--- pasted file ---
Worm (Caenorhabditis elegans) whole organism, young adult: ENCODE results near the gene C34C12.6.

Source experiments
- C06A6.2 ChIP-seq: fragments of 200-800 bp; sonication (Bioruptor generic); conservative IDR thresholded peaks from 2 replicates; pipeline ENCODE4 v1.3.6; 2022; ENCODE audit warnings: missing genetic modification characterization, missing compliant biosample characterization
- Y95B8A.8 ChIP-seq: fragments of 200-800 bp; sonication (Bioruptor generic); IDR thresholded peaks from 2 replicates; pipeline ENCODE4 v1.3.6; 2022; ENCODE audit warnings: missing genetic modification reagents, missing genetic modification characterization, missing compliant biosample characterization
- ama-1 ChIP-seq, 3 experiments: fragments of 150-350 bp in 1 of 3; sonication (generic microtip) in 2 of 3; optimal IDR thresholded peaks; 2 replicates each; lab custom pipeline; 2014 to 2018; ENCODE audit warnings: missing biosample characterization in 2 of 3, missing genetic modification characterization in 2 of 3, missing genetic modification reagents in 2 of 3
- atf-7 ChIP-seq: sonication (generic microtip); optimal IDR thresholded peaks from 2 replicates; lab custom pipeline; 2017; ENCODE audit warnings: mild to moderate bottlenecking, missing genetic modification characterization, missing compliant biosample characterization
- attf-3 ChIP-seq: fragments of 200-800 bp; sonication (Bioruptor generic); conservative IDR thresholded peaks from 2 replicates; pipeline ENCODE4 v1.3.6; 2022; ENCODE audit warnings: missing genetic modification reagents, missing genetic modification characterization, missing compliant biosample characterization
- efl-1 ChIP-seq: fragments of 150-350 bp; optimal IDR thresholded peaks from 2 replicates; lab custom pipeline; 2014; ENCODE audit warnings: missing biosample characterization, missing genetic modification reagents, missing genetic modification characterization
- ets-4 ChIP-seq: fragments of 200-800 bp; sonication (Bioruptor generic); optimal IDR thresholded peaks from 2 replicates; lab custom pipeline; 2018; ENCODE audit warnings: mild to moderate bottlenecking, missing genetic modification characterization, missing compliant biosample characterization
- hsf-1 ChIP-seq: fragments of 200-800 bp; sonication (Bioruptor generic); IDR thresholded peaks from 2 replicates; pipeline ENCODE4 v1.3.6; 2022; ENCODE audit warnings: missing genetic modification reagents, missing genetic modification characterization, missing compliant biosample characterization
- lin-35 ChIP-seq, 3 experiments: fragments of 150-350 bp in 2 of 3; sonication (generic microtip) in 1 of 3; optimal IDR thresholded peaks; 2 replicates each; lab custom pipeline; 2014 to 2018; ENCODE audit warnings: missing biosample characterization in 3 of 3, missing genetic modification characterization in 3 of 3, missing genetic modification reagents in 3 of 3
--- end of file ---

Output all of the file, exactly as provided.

Worm (Caenorhabditis elegans) whole organism, young adult: ENCODE results near the gene C34C12.6.

Source experiments
- C06A6.2 ChIP-seq: fragments of 200-800 bp; sonication (Bioruptor generic); conservative IDR thresholded peaks from 2 replicates; pipeline ENCODE4 v1.3.6; 2022; ENCODE audit warnings: missing genetic modification characterization, missing compliant biosample characterization
- Y95B8A.8 ChIP-seq: fragments of 200-800 bp; sonication (Bioruptor generic); IDR thresholded peaks from 2 replicates; pipeline ENCODE4 v1.3.6; 2022; ENCODE audit warnings: missing genetic modification reagents, missing genetic modification characterization, missing compliant biosample characterization
- ama-1 ChIP-seq, 3 experiments: fragments of 150-350 bp in 1 of 3; sonication (generic microtip) in 2 of 3; optimal IDR thresholded peaks; 2 replicates each; lab custom pipeline; 2014 to 2018; ENCODE audit warnings: missing biosample characterization in 2 of 3, missing genetic modification characterization in 2 of 3, missing genetic modification reagents in 2 of 3
- atf-7 ChIP-seq: sonication (generic microtip); optimal IDR thresholded peaks from 2 replicates; lab custom pipeline; 2017; ENCODE audit warnings: mild to moderate bottlenecking, missing genetic modification characterization, missing compliant biosample characterization
- attf-3 ChIP-seq: fragments of 200-800 bp; sonication (Bioruptor generic); conservative IDR thresholded peaks from 2 replicates; pipeline ENCODE4 v1.3.6; 2022; ENCODE audit warnings: missing genetic modification reagents, missing genetic modification characterization, missing compliant biosample characterization
- efl-1 ChIP-seq: fragments of 150-350 bp; optimal IDR thresholded peaks from 2 replicates; lab custom pipeline; 2014; ENCODE audit warnings: missing biosample characterization, missing genetic modification reagents, missing genetic modification characterization
- ets-4 ChIP-seq: fragments of 200-800 bp; sonication (Bioruptor generic); optimal IDR thresholded peaks from 2 replicates; lab custom pipeline; 2018; ENCODE audit warnings: mild to moderate bottlenecking, missing genetic modification characterization, missing compliant biosample characterization
- hsf-1 ChIP-seq: fragments of 200-800 bp; sonication (Bioruptor generic); IDR thresholded peaks from 2 replicates; pipeline ENCODE4 v1.3.6; 2022; ENCODE audit warnings: missing genetic modification reagents, missing genetic modification characterization, missing compliant biosample characterization
- lin-35 ChIP-seq, 3 experiments: fragments of 150-350 bp in 2 of 3; sonication (generic microtip) in 1 of 3; optimal IDR thresholded peaks; 2 replicates each; lab custom pipeline; 2014 to 2018; ENCODE audit warnings: missing biosample characterization in 3 of 3, missing genetic modification characterization in 3 of 3, missing genetic modification reagents in 3 of 3